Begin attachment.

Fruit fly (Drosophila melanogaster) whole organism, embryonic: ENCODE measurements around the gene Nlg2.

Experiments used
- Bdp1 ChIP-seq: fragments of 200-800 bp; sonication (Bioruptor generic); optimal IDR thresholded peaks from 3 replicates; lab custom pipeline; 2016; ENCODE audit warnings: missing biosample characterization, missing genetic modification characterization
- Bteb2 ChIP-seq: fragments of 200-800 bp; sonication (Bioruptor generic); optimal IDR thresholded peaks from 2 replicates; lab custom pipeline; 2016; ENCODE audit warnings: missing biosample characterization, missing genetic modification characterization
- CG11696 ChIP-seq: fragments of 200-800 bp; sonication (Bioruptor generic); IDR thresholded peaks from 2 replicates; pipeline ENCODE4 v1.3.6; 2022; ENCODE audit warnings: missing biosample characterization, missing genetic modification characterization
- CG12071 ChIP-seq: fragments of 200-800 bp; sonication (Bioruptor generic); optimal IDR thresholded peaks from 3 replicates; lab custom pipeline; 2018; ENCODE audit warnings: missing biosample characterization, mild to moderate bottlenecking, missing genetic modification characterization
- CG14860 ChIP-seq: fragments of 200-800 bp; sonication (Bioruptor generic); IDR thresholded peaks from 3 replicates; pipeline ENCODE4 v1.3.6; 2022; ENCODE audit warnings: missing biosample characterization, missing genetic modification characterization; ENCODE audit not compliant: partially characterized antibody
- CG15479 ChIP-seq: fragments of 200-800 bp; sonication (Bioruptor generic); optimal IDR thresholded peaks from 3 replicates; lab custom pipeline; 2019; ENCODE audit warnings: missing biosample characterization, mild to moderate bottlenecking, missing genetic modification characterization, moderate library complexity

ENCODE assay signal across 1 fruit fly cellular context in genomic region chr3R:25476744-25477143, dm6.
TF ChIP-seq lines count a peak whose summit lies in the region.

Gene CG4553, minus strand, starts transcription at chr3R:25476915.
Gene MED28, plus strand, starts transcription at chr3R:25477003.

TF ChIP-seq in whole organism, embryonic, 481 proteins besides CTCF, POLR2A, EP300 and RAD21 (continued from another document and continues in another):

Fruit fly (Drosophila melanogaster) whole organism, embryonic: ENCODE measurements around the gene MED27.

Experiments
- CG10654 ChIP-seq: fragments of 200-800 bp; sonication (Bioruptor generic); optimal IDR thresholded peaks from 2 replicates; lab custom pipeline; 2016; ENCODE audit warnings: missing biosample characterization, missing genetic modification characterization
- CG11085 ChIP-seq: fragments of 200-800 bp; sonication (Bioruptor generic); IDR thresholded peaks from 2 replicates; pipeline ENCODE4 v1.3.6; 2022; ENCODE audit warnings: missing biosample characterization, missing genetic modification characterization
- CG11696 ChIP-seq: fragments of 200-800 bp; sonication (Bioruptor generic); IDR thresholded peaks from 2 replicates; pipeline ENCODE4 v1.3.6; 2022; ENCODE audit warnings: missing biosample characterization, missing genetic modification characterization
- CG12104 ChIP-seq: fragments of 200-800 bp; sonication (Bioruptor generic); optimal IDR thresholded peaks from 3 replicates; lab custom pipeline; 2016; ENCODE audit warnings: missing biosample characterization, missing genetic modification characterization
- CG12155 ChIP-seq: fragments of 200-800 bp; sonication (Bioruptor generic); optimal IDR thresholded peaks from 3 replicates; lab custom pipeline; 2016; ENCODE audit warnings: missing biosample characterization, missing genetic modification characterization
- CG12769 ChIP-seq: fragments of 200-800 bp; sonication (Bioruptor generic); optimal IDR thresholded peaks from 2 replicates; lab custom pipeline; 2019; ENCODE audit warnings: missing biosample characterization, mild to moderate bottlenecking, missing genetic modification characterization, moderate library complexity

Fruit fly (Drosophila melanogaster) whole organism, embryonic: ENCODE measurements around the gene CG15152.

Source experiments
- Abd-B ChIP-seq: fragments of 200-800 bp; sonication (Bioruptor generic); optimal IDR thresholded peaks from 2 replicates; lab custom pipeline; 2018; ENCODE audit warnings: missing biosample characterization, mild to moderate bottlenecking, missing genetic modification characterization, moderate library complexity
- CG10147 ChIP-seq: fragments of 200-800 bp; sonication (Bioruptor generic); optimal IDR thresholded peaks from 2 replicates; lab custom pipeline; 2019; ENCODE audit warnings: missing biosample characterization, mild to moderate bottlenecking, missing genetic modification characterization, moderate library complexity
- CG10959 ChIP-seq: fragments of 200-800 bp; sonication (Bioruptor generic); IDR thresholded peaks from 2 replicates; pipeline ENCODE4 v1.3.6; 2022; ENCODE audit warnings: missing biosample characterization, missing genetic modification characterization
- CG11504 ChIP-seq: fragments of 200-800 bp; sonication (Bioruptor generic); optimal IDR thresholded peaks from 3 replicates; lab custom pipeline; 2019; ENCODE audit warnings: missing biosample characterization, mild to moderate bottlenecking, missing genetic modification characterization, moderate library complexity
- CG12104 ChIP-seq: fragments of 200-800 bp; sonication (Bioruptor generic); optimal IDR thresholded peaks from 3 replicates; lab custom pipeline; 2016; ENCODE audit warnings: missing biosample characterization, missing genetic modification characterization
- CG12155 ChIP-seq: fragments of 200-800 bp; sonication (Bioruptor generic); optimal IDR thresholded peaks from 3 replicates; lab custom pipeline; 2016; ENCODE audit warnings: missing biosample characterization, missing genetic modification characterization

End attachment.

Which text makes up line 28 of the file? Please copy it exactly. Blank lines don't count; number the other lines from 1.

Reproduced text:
- CG12104 ChIP-seq: fragments of 200-800 bp; sonication (Bioruptor generic); optimal IDR thresholded peaks from 3 replicates; lab custom pipeline; 2016; ENCODE audit warnings: missing biosample characterization, missing genetic modification characterization